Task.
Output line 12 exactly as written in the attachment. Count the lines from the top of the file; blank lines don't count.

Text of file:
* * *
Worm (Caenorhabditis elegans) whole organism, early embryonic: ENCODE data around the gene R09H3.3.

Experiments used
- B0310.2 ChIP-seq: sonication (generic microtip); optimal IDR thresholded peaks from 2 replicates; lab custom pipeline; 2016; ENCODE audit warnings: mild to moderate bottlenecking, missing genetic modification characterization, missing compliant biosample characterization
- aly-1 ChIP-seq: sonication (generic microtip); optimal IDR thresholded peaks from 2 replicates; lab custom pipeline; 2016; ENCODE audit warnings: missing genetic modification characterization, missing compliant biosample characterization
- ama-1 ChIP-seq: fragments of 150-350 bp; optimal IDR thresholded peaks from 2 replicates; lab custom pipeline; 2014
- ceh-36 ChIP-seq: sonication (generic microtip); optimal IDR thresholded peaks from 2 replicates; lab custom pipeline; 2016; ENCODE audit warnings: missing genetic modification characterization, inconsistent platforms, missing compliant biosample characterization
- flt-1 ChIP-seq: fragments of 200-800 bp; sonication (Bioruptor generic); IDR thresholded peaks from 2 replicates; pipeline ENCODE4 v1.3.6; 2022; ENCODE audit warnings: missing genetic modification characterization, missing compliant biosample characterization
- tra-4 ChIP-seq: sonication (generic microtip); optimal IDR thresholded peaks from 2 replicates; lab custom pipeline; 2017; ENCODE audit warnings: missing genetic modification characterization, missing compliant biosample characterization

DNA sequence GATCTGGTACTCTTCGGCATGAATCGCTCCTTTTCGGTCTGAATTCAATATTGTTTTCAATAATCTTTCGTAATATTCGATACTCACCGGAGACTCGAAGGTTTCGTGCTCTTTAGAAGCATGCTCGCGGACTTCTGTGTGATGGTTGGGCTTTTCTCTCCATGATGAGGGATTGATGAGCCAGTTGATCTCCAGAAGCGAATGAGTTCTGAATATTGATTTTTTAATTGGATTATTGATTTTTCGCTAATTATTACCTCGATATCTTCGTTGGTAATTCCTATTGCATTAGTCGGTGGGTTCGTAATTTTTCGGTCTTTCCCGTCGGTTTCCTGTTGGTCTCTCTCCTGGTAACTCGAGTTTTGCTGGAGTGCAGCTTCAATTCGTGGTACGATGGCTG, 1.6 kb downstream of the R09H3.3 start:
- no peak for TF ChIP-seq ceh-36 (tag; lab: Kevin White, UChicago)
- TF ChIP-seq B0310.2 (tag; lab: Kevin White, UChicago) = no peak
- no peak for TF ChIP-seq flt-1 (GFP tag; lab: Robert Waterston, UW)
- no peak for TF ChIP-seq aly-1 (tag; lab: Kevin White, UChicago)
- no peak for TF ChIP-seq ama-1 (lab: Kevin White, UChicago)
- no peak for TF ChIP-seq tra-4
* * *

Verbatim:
- no peak for TF ChIP-seq flt-1 (GFP tag; lab: Robert Waterston, UW)